Robin Schumacher

Why Hadoop and Solr in DataStax Enterprise?

By Robin SchumacherJune 18, 2013

At our recent Cassandra Summit, I had the privilege of speaking with a number of customers who are using DataStax Enterprise for their always-on, line-of-business (LOB) applications. In addition to using Cassandra for their real-time transactional data, many customers are using our Hadoop component for batch analytics and Solr option for enterprise search needs.

Those new to DataStax always wonder about why we include Hadoop and Solr in our enterprise NoSQL platform (along with our production-certified version of Cassandra), and especially question what our intentions are with Hadoop. I’m often asked, “Are you trying to be a rival to Cloudera or Hortonworks?”

My answer? Not at all.

Let me explain why we include both Hadoop and Solr in DataStax Enterprise and how we relate to the Cloudera’s and Hortonwork’s of the world.

A Look Back

The legacy RDBMS world contains different database platforms for different types of workloads. On the one side, you have databases like Oracle, SQL Server, MySQL and others aimed at servicing LOB applications. That data is then fed into data warehouses for analysis where vendors such at Teradata and various columnar databases live. This ‘workload divide’ is no doubt very familiar to you:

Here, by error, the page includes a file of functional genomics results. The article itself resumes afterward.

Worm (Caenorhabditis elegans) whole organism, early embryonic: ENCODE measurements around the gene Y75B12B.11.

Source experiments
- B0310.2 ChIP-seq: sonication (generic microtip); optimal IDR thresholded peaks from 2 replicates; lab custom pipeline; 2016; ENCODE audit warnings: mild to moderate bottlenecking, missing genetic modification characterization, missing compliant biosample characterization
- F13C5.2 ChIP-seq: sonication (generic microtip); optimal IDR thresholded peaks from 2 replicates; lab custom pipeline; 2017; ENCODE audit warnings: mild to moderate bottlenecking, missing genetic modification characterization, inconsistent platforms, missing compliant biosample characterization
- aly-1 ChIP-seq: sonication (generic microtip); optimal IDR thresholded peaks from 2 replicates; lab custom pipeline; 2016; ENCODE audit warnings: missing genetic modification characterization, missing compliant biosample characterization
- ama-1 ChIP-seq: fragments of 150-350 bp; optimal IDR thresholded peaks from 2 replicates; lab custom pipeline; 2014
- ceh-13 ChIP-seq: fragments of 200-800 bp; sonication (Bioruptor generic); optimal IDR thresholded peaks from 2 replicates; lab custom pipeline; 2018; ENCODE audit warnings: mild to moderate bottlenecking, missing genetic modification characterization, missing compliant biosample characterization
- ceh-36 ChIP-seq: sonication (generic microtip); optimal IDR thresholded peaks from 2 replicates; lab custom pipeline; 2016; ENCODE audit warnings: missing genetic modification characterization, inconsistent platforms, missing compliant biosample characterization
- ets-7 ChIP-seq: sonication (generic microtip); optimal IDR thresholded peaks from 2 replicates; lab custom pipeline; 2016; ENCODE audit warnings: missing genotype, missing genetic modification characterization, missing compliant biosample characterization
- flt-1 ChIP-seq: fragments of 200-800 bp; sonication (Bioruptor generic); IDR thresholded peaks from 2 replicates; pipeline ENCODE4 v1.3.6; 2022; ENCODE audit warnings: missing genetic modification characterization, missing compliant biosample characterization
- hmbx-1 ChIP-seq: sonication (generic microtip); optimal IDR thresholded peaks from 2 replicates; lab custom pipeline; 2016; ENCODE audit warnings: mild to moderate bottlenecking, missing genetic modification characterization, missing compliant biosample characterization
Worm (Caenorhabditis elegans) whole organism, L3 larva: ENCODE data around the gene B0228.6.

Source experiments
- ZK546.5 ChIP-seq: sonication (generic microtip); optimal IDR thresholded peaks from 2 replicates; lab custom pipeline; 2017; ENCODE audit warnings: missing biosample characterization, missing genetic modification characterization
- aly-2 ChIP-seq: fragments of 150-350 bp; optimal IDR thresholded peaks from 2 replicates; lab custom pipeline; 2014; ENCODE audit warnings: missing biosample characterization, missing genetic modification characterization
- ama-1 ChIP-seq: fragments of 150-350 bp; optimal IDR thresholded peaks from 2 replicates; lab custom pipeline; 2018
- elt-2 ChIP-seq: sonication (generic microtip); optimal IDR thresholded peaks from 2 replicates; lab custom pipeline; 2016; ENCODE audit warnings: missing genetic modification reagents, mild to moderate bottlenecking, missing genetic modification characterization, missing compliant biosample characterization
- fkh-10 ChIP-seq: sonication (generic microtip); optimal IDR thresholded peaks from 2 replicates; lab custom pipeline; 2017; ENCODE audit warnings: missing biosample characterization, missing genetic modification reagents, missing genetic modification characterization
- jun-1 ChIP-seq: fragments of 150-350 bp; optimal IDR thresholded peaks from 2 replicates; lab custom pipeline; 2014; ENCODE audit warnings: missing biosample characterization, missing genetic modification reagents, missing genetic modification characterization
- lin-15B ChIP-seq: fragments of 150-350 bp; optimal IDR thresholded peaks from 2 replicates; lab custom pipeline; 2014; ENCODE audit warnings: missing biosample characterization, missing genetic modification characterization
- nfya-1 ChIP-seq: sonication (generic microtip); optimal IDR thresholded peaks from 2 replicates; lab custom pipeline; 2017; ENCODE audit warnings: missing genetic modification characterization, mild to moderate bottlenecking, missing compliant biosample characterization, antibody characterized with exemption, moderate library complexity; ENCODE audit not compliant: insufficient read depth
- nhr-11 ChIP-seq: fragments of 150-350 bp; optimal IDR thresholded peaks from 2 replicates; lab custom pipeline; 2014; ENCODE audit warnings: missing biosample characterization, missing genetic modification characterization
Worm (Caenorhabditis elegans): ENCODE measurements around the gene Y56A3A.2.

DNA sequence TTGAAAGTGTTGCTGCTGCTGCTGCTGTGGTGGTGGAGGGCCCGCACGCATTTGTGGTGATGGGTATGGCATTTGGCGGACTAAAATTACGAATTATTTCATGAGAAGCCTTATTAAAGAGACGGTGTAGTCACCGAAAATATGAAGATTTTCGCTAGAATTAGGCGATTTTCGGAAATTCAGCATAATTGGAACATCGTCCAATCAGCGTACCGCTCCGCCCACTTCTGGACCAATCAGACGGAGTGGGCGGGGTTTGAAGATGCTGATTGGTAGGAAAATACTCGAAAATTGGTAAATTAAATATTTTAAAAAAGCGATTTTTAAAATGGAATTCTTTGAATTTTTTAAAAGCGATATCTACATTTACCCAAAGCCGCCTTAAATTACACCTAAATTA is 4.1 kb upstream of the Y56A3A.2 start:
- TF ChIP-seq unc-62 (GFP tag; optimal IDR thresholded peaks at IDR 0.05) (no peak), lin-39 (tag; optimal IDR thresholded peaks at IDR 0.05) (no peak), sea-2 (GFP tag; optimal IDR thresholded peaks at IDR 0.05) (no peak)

legacy RDBMS divide

Even though these workloads are separated for various reasons, they share common needs and functionality. The LOB user has requirements to perform certain analytic operations on the data that exists in their transactional systems, so LOB databases support things such as ROLAP and other analytic functions (e.g. rank, pivot, partition by, windowing, etc.) to meet that need. Further, the LOB user wants to search their data so databases such as Oracle and SQL Server have included a full-text search option for a long time.

On the data warehouse side, these same needs exist. Of course warehouse users need analytic functionality and, naturally, they also want to search their data. This being the case, data warehouse vendors include such functionality.

legacy RDBMS divide details

 So what we’ve had in the past is an application/workload division that shares common functional requirements and is supported by different data management vendors. Let’s now look at what’s happening in the present.

Fast Forward to Today